My piece before the Scottish Referendum on the complexities of a Federal UK did not even attempt to answer the “English Question”. The obvious reason for that is that I don’t have an answer to it! A few thoughts, however…
Firstly, in principle, I think there is little doubt that “English-only votes on English-only issues” is now an accepted principle. Labour was foolish initially to seek to deny this, for nakedly partisan reasons. However, as I noted (and others began to note on Referendum Night) this also requires an “English Executive”. It does mean that a UK General Election could see one Government returned at “Federal” level and another at “English” level. Frankly, so be it! (An alternative to this, of course, is that there should be no more UK General Elections – each country should have its own Legislative Elections and then appoint/elect a Federal Senate, perhaps to replace the House of Lords, from there. I don’t think this is a realistic proposition – England just doesn’t do change on that scale, and certainly not just to suit the remaining 15% of the population.)
Secondly, the obvious way to deal with the “English Question” is a set of Regional Assemblies. However, this has been tried. The eight English regions outside London did have Regional Assemblies for some time – by appointment (not unlike a Civic Forum). However, when the North East was offered the chance to elect its, it rejected it by 7 to 2. England just doesn’t really do regions – standing alone, it is the most densely populated country in Europe and, generally, it therefore looks to its cities for identity and attachment rather than regions (which the English often find a suspect “European” thing). This does not totally rule out a return to English regional devolution, but it does mean it would be in the face of the electorate’ own preference – it is not likely, therefore.
Thirdly, there is also the “London Question”. Should London (i.e. Greater London) become more like a “fifth federal unit” of the UK? In my own proposals, I left the option open. My instinct is to avoid that initially (see below).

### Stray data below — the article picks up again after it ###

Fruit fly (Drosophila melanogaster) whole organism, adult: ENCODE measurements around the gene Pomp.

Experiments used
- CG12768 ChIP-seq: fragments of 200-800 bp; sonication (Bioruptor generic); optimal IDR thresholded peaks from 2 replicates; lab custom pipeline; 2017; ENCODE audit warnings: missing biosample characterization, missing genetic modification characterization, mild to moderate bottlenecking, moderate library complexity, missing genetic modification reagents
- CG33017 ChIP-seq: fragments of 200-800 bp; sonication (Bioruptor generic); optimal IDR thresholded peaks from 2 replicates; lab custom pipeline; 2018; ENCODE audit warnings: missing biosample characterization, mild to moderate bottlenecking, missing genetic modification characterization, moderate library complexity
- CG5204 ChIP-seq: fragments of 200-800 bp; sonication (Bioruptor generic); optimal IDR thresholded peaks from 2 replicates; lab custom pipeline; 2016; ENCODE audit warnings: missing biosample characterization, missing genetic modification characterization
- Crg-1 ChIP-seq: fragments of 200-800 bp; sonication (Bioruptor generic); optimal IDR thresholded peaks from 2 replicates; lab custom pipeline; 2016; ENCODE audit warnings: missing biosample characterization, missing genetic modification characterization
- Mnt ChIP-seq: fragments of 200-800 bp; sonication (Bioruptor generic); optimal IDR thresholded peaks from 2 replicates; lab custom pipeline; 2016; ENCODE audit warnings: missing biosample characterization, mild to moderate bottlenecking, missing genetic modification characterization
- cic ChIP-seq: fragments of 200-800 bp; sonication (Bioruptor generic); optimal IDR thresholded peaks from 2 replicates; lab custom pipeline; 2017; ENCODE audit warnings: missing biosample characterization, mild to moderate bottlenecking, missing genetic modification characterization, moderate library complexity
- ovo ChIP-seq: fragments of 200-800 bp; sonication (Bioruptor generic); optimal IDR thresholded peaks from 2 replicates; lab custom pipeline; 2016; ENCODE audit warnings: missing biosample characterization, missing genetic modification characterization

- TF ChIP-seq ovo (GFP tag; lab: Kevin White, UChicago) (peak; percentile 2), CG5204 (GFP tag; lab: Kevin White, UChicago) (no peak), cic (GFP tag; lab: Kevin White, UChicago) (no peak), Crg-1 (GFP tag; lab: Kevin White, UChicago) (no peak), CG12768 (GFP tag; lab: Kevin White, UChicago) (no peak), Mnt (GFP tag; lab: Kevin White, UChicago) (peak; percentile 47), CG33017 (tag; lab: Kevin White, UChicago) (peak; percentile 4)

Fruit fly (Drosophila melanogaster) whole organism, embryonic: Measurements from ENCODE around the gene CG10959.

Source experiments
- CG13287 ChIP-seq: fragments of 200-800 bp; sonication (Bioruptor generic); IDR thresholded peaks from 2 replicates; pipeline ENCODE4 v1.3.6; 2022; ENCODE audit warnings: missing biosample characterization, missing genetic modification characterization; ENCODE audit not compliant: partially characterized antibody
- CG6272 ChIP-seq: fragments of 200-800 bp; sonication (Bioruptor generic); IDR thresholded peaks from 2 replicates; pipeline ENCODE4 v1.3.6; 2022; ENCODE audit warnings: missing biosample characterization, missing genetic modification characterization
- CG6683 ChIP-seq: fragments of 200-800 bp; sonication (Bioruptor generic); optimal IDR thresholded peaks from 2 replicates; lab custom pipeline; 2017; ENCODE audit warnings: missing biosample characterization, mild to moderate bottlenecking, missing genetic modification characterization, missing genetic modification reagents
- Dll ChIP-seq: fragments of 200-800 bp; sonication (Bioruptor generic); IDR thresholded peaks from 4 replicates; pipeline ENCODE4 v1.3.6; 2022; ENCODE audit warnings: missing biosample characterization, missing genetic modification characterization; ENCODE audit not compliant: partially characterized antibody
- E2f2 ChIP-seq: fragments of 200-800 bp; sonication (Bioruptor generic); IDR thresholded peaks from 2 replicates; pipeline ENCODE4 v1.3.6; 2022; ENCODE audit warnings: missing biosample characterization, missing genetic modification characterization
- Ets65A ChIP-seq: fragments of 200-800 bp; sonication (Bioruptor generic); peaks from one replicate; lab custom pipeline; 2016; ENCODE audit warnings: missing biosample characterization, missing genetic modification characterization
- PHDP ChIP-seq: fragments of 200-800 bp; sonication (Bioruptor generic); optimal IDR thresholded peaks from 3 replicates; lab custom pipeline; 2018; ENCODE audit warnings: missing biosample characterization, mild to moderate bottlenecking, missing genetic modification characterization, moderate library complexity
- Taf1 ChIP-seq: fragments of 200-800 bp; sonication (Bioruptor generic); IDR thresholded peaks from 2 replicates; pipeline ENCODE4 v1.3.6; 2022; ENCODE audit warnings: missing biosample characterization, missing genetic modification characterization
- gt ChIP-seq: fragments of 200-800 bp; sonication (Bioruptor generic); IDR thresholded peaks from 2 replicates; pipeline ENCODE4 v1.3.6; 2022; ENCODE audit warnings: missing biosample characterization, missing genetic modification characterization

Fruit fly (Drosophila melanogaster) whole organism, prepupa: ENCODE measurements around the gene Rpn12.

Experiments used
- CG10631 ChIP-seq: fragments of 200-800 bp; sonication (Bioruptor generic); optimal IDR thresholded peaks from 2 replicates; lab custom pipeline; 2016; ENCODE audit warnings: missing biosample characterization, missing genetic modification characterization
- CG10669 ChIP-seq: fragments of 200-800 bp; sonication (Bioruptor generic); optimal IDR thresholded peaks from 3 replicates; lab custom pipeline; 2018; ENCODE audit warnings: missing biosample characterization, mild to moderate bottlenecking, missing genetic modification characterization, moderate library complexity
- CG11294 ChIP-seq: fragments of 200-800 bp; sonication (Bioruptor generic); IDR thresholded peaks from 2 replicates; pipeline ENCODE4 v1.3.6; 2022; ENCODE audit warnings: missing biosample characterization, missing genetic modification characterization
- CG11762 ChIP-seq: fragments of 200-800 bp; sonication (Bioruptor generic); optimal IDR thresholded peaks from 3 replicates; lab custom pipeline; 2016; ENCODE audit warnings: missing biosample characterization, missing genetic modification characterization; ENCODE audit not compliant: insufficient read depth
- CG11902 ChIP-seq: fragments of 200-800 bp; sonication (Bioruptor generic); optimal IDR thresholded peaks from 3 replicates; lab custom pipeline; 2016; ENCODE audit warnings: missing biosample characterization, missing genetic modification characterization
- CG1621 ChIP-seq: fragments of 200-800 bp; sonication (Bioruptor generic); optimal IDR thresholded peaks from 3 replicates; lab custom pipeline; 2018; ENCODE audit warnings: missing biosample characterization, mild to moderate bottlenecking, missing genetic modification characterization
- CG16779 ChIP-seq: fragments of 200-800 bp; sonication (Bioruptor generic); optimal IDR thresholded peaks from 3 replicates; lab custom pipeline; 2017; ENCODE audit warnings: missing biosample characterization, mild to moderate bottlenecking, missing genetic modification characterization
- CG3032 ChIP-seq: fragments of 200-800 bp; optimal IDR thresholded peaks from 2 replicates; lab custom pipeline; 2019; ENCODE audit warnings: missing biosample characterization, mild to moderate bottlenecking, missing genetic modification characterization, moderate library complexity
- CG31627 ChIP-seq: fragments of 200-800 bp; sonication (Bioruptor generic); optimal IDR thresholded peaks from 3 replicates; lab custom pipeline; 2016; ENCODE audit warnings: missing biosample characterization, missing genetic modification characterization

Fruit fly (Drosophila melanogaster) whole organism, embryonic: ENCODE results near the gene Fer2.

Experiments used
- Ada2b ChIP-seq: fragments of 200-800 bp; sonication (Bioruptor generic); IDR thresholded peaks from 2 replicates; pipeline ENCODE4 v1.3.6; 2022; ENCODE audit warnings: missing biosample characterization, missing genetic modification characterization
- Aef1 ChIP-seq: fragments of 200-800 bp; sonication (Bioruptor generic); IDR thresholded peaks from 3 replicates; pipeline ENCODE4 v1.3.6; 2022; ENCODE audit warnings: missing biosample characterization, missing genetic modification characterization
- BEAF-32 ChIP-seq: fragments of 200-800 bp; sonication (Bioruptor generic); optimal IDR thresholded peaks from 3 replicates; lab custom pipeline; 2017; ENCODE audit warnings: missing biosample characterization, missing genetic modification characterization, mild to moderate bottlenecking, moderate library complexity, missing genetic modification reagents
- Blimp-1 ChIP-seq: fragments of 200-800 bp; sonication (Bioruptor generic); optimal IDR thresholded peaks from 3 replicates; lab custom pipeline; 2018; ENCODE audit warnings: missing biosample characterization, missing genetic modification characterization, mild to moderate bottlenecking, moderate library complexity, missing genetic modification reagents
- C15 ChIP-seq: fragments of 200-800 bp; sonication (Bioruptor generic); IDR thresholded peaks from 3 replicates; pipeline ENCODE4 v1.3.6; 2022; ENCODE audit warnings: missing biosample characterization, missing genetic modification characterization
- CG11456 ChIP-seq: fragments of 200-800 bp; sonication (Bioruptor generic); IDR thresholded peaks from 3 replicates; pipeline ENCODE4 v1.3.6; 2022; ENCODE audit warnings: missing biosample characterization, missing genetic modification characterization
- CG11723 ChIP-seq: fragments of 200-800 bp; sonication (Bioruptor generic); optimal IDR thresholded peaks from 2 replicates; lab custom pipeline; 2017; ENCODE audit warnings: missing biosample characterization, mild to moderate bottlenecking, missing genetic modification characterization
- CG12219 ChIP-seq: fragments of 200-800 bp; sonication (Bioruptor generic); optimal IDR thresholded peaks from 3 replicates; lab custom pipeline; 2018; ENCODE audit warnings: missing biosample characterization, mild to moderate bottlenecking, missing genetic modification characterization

Fourthly, there is no reason that “Greater City Regions” shouldn’t take on the precise same roles as the Mayor of London and Greater London Assembly in exactly the same way. All law-making powers for England would remain at Westminster; however, significant delegated policy-making authority, particularly in transport and planning (as well as health and welfare budgets), could be delegated to “City Region Authorities” (with areas falling outside those City Regions having their policies made by a specific Department for English Rural Affairs in Whitehall, or perhaps via conglomerations of rural/metropolitan councils). This could be tested in Greater Manchester, and then be put in place at the very least for Tyne & Wear (Newcastle-Sunderland), West Yorkshire (Leeds-Bradford), South Yorkshire (Sheffield-Rotherham-Doncaster), Humberside (Hull-Grimsby), Merseyside (Liverpool-Wirral), West Midlands (Birmingham and surrounding area), East Midlands Urban Area (Leicester-Nottingham-Derby), Avon (Bristol and surrounding area), Urban Hampshire (Southampton-Portsmouth) and perhaps West Sussex (around Brighton and Hove). Most of these already co-operate at local authority level, and could continue to do so. They would have the precise same powers as Greater London – this commonality would be important.
Fifthly, as a final point, there is the absolute potential for such City Regions to raise their own income taxes to pay for infrastructure, or to have borrowing powers.
In other words, some are focusing on English legislative and governance arrangements while others are focusing on devolving powers to English regions or cities. In fact, I think it is obvious both should be done.